Mini Countryman (2017)
Our Rating 4.2 / 5
Pros: Cabin quality, stands out from the crowd, great engines
Cons: Styling quite subjective, more expensive
This is the new second generation Mini Countryman which has just gone on sale in Ireland and it’s the largest Mini in the brand’s 57 year history. Offering bulkier styling along with increased room and practicality, the Countryman has grown into a small SUV and competes with cars like the Audi Q2 and BMW's X1. The Countryman is more expensive than before however and it doesn’t drive quite as sharply as Mini 's smaller best sellers. We spent a week with the Countryman after its Irish launch to see how well it is suited to Irish roads.
What is it like?
The increased size of the Countryman is obvious from the outside and it has much more road presence thanks to a bulkier bonnet and re-shaped rear, with a higher registration plate and sculpted bumpers. Mini purists will argue that the new Countryman is simply too big to be a true Mini whereas we think it’s quite handsome, so its styling is quite subjective. This car is kitted out with Mini ’s optional JCW Chili Pack, which means it has stylish 18-inch John Cooper Works alloy wheels, a sports styling kit and a rear spoiler to mention a few niceties.
The best improvements are found inside the new Countryman , with higher quality materials, a neater dashboard arrangement and a more luxurious feel to the cabin. The Countryman is the first Mini to feature a touch screen infotainment system and it’s hard to miss the vibrant 8.8-inch display in the centre of dashboard, while our test car also has Mini ’s extended interior light package which illuminates the cabin in various colours and areas throughout the cabin; a lovely touch at night time! There’s more leg room than before for rear seat passengers, while the car certainly feels spacious up front. Boot space at 450 litres is quite good and on par with most cars in the class.
The Countryman has been launched with the same turbocharged petrol and diesel engine range as the Mini Clubman that we reviewed late last year. Our test car is one of the most powerful Cooper SD models, with a 2.0-litre turbocharged diesel engine producing 190hp and 400Nm of torque, so 0-100km/h is possible in just 7.4 seconds! That’s not far off hot hatch performance, but Irish buyers will likely gravitate to the more sensible options in the range, such as the entry level Cooper Countryman for example, which features a 136hp 1.5-litre petrol engine. Our top of the range test car is the ALL4 model which means it has an all-wheel-drive system and also a silky smooth eight-speed automatic gearbox, though manual and two wheel drive versions are available on lower specification models.
The Countryman is based on the same platform as BMW’s X1 and it’s significantly longer and wider than the first generation model, so it doesn’t handle with the same vigour as the smaller Mini s. The drive is nonetheless engaging and fun for a car of this size; it grips corners brilliantly and there is very little body roll in tight turns, while the all-wheel-drive system offers reassurance in wet conditions. Ride quality is very good with a quiet and comfortable feel on most roads, although the sports suspension is a little on the hard side for bumpy backroads.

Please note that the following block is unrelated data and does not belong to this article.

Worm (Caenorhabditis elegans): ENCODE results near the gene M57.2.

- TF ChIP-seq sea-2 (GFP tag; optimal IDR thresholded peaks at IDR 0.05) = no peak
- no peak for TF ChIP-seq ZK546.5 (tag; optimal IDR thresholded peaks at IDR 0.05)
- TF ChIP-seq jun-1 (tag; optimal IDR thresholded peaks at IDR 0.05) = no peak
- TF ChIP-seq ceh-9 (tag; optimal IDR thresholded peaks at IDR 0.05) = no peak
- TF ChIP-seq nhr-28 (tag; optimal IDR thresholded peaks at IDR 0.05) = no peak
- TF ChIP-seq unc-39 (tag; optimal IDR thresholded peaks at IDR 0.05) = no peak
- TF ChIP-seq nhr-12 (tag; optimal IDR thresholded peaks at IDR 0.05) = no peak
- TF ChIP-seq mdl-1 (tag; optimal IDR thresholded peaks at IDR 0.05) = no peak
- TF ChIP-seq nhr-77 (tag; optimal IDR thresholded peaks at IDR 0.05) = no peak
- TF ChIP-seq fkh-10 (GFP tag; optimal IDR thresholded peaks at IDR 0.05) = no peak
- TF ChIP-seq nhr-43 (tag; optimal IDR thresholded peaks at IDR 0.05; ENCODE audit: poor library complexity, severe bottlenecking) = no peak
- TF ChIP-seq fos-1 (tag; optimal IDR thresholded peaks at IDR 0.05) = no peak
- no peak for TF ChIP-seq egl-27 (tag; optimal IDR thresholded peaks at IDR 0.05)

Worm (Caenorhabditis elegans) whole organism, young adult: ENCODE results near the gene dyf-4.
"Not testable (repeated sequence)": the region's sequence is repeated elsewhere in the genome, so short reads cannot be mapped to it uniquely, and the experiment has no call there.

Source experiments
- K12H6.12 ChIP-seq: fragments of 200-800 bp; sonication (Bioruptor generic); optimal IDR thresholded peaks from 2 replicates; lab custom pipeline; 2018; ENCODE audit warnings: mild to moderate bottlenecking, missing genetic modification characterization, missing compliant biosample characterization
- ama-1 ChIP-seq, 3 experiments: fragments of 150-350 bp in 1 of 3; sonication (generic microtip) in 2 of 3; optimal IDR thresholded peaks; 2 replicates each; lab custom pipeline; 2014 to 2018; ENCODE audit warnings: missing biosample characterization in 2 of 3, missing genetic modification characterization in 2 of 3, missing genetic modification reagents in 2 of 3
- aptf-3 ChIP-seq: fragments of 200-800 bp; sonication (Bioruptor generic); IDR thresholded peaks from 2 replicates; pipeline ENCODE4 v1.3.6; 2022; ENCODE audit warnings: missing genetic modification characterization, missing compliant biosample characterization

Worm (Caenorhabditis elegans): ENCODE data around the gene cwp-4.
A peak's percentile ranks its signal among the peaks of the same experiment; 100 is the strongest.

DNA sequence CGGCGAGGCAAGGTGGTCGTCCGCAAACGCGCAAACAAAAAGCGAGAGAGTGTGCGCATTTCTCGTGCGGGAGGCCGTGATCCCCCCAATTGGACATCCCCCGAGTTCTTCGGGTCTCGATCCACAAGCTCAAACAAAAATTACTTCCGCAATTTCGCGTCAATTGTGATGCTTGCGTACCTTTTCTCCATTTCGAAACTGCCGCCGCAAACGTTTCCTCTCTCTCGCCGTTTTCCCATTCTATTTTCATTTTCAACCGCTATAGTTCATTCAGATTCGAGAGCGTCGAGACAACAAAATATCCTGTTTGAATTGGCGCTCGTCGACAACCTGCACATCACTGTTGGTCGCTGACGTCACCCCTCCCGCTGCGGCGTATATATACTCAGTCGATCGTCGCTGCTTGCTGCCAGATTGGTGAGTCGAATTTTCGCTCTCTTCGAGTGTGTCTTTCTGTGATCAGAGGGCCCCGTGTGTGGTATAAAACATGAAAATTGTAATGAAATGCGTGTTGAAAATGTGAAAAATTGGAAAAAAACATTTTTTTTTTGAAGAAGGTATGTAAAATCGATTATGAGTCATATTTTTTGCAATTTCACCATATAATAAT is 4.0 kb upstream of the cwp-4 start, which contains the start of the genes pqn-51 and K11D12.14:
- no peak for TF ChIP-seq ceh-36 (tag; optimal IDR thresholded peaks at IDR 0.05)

In terms of running costs, the Countryman performs well. Our test car has an automatic gearbox, all-wheel-drive and a powerful diesel engine, so it’ isn't the most frugal choice. We averaged around 40MPG in fuel economy during our test and annual motor tax for this version comes in at €280. If you’re looking for better running costs, the small petrol and lower power diesel engines in two-wheel drive are a better option, with higher fuel economy and lower motor tax ratings. There are three distinct driving modes with Green, Mid and Sport, all adjusting power delivery and delivering different economy ratings as a result.
Prices for the new Countryman start from €33,580 for the entry level Cooper D petrol, and standard specification is strong, with roof rails, Mini ’s Connected system, cruise control, park distance control, satellite navigation and alloy wheels included. At this price, the Mini Countryman sits between the Audi Q2 and BMW X1 in terms of affordability and as is usually the case with Mini cars, the Countryman is available with an endless range of customisation options, such as a picnic benches, custom interior finishing and body graphics.
Carzone verdict: 4.2/5
The new Mini Countryman is much improved over its predecessor and brings a new level of refinement, luxury and comfort to the class. The extra space on offer will make it a great option for those who love or have owned a Mini in the past, but need the practicality of a larger family car that still manages to stand out from the crowd. Higher specification Countryman models are quite expensive however, particularly when kitted out with optional extras. Taking this into consideration, we’d recommend the Cooper D version which offers the best mix of affordability, performance and spec alike.
Test Car Details:
Prices from: €33,580
Price as tested: €59,040
Annual Road Tax: €190
Engine: 1995cc four-cylinder turbocharged diesel
Power/Torque: 190bhp, 400Nm
Top Speed: 220 km/h
0-100km/h: 7.4 seconds
Transmission: 8-Speed Automatic
Body style: SUV
Boot Space: 450 Litres